I am on Twitter again — don’t ask me why, because honestly, I do not know if I can answer that honestly — I do love Twitter because there is so much information on it and I learn from people. I hate it because it goes so fast and because it is where some of the ugliest things have happened that I have ever seen online, and keep happening. I know there are uglier places online but for me, Twitter is the worst of what I have seen.
Anyway, I’m there.
While I am there, I see lots of folks talking about Lent during a year-long pandemic. Last year during Lent the pandemic was new. We were in shock or we thought it would be over soon. Well, here we are and it’s been a year: of death, grief, spotlights on racism and then there’s the election. We are all tired — bone tired — traumatized, and still trying to do normal life things.
Now, Lent is coming.
I know this kind of weariness well. My son Anthony died by suicide on the first Wednesday of Lent 2017. That Lent was hard but it was mostly a blur. The following year was when the weariness and exhaustion set in. The shock had worn off and all the pain of what the last year had been hit. Lent of 2018 was the worst of my life.
What I learned from it was that Lent is not about suffering.
Life will bring suffering. We do not have to seek it out. It comes in one form or another all on its own. We do have to seek God. That is what Lent is about.
Getting closer to God, not suffering more.
I know people who do not eat meat on Fridays all year long and who observe Lent with sacrifice and almsgiving and all the Lenten activity stuff. That’s great — I mean it — even and especially if you do not know how to answer the question: “Do you have a personal relationship with Jesus?” Not being able to answer that question is par for the course in the Christian life. Sometimes, just doing the things is all you can do, and the sense of it all will come or not.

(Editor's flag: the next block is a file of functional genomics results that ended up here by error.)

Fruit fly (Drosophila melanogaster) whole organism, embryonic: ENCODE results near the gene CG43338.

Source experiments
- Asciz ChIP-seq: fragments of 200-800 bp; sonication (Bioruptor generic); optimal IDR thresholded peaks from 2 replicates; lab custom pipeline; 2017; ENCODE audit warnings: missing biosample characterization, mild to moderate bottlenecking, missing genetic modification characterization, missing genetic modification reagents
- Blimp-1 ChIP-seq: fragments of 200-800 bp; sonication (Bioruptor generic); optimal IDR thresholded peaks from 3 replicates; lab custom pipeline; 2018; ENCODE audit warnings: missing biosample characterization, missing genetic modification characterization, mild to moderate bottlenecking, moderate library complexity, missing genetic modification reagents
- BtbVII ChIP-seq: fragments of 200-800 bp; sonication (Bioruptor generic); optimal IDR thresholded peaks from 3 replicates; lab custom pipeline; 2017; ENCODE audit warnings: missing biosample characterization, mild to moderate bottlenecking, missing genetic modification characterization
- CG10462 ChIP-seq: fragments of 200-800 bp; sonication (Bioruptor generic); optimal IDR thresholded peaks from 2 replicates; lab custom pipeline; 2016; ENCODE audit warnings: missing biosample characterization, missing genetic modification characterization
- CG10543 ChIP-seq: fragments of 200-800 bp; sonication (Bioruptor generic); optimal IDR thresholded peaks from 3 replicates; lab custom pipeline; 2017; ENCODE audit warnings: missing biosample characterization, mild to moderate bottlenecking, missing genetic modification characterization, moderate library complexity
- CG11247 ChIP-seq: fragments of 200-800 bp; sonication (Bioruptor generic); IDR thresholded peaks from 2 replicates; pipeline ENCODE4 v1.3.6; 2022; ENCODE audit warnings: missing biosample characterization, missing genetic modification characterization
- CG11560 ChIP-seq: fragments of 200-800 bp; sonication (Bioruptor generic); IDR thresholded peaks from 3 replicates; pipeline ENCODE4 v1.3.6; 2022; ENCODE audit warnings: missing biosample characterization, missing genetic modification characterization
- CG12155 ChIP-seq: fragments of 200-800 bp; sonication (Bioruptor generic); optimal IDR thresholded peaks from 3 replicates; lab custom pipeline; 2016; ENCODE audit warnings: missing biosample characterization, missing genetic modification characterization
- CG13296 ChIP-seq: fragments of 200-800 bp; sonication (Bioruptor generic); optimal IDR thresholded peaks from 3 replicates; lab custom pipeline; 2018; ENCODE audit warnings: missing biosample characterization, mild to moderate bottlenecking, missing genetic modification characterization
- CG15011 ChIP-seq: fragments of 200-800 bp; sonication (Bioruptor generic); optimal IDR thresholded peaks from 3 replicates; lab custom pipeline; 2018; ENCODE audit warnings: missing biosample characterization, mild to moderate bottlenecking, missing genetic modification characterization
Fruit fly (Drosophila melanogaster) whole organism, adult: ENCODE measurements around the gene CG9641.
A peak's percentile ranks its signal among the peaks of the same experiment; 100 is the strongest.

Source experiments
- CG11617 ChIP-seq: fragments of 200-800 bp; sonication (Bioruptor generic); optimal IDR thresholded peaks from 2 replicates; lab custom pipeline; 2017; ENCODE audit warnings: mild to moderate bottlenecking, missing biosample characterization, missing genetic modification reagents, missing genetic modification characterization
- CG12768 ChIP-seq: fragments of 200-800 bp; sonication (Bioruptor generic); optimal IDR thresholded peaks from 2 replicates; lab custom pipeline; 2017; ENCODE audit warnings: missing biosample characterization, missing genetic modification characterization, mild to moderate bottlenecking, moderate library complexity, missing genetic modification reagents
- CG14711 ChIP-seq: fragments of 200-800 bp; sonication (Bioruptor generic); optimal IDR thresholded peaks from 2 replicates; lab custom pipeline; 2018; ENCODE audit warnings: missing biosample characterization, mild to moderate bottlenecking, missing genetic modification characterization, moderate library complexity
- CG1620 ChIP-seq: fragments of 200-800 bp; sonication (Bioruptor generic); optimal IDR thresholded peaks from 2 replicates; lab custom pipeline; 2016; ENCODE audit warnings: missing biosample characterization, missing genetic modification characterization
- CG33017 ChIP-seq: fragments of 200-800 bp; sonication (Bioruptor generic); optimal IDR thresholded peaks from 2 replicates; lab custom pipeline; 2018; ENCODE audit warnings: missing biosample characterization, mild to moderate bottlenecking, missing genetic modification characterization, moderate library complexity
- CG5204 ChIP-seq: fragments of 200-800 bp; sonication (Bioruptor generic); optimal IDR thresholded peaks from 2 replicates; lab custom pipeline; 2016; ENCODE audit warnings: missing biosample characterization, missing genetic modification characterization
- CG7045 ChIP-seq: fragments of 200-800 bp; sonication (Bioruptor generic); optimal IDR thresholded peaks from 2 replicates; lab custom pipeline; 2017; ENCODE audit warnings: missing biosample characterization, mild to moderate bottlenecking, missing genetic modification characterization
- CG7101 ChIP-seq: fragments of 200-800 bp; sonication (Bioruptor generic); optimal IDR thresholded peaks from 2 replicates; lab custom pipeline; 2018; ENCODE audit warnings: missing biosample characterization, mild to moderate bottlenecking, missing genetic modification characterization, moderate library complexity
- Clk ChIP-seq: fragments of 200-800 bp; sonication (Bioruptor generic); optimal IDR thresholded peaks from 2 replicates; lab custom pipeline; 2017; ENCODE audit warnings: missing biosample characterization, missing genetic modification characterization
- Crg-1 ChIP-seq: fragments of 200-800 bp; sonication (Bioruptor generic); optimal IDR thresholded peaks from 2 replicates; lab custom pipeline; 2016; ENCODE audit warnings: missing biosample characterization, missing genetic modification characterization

If we don’t know — as we know our Savior lives — that the point of it all is to let Him govern us first and last, then all of those actions will be literally pointless.
The point of Lent is to orientate ourselves, our hearts and minds, towards God. To grow in our relationship with Him. It is not to make sure that we do things that make good fodder for Instagram — or the Tweet Beast.
This Lent, we can all do things that bring us to a place in which we care about our neighbor. We can find ways to laugh with our families and neighbors in a time where it feels as if we are separated in a million ways. We can do things to push back against our contempt for one another, which is spreading as fast as the virus.
These things bring us closer to God.
For anyone grieving the things and people lost in the past year my suggestion is to observe an “upstream Lent”. That is what I have begun to call it. It is easy for me to sink in the suffering and dread of Lent so I have to go in the opposite direction and make myself find joy, love and light. That is what sacrifice to the Lord looks like for me.
We need real and holy sacrifice.
It does not have to be difficult, or — forgive me — manufactured suffering. It can be about joy and love. It does have to be real. It must be about Jesus. The world needs people centered on Jesus. That has been made clear in the last twelve months.
Leticia Ochoa Adams is the creator of the Catholic Speakers of Color resource for conference organizers. She writes from Texas, on life, death, grief, suicide, faith, motherhood, doubts and whatever (else) happens to be on her mind.